The Bank of England acted like a “cornered lion” on Thursday as it unleashed an unexpectedly large new package of stimulus for the British economy in the wake of the country’s decision to leave the European Union, according to one of Deutsche Bank’s best-respected strategists.
Writing on Friday in his daily “Early Morning Reid” note, Deutsche’s Jim Reid — who is renowned for his irreverent style of writing — noted that while an interest rate cut was expected, the bank’s new quantitative easing programme was a little more left field. Here’s the quote from Reid (emphasis ours):
“The BoE reacted like a cornered lion yesterday as they loosened policy more than expected and in a fairly wide reaching manner. This was after the bank made its largest downgrade to its growth forecasts (including 2017 down from 2.3% to 0.8%) since the creation of the MPC back in 1997. As DB’s Mark Wall expressed, the 25bp rate cut was in line with expectations, but this came with a plethora of additional policy moves: a new GBP100bn four-year Term Funding Scheme (TFS) to aid the transmission of monetary policy at low interest rates through the banking system (an unexpected innovation); GBP60bn of gilt-based QE over the next 6 months (they had thought this would wait until September, but the pace of purchasing is about half the rate they were assuming); and a corporate QE programme of up to GBP10bn.”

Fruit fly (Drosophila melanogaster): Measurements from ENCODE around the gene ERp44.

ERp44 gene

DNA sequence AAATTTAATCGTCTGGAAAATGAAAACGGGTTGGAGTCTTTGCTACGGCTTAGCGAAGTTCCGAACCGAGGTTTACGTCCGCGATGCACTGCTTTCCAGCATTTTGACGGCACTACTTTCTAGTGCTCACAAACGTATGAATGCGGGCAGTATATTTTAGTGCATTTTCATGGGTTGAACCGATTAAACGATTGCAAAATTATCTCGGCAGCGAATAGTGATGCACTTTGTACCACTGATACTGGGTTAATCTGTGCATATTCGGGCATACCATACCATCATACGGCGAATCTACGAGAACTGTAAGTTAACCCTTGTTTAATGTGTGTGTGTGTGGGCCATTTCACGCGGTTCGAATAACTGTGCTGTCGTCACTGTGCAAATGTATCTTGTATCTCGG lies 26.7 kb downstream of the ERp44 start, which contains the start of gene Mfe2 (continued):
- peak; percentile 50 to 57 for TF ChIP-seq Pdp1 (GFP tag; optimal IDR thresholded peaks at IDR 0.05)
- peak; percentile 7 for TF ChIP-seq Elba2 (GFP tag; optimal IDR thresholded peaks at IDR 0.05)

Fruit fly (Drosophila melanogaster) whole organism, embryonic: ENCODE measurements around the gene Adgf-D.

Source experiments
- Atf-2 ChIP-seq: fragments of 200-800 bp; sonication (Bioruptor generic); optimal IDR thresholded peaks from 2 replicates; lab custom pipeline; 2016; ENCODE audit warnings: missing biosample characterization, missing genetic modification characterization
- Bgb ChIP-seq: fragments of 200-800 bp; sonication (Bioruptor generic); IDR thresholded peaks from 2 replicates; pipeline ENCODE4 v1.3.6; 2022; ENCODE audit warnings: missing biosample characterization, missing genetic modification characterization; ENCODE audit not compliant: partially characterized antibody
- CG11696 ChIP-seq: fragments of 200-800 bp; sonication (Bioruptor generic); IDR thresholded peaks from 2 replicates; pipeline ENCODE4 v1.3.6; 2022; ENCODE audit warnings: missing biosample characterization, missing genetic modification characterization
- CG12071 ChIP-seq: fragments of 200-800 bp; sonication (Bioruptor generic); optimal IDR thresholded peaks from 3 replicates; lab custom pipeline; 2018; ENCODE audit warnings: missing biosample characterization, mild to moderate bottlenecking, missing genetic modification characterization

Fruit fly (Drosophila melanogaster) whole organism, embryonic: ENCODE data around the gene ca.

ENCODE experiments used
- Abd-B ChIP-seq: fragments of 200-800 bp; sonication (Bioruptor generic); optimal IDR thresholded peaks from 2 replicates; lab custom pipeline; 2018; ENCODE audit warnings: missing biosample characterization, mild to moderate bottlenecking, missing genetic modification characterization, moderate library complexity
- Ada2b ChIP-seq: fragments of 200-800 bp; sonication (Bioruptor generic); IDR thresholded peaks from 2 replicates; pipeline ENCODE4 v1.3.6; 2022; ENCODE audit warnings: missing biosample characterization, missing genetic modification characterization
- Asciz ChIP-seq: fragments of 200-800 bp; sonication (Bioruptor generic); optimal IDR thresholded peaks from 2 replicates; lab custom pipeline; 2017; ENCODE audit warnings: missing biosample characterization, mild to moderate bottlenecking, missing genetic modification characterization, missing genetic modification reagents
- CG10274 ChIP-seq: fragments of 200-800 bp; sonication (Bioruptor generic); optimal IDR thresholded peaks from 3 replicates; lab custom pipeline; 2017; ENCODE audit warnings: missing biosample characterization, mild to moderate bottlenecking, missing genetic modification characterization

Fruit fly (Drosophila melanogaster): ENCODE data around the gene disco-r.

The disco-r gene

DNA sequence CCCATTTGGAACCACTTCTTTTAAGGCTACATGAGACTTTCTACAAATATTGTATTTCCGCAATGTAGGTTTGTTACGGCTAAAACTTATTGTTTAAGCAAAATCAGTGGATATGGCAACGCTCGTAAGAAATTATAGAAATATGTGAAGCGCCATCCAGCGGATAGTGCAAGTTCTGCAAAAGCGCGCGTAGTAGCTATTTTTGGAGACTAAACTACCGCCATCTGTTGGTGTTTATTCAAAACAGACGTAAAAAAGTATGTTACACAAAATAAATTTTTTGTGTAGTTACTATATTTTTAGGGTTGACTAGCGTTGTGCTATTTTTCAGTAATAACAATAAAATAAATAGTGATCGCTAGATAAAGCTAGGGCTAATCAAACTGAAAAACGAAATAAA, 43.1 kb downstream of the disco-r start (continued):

As Reid expresses, the Bank of England cut interest rates to a historic low of just 0.25% on Thursday, and launched a £70 billion programme of quantitative easing, including an unprecedented £10 billion dedicated to buying investment grade bonds from companies with substantial UK operations. The move was broadly designed to fight off the coming economic storm in Britain, following the Brexit vote. Several recent forecasts,including those from Credit Suisse and Barclays, suggest that Britain is plunging toward recession.
Reid goes on to argue that the bank shouldn’t expect their easing measures, the first new action from the Old Lady of Threadneedle Street since 2009 — to be a means of curing all ills for the British economy, noting that unprecedented levels of policy action from central banks all over the world in recent years haven’t stimulated the desired inflation or growth intended. Here’s more from Reid (emphasis ours):
“The breadth of the policy response was impressive but as other central banks have found you can lead a horse to water (i.e. enhance the supply of bank credit) but you can’t make him drink (i.e. create aggregate demand) so these measures are unlikely to be a panacea but as Mark Wall suggests it gives the BoE some breathing space before there’s a fiscal response in the autumn.”
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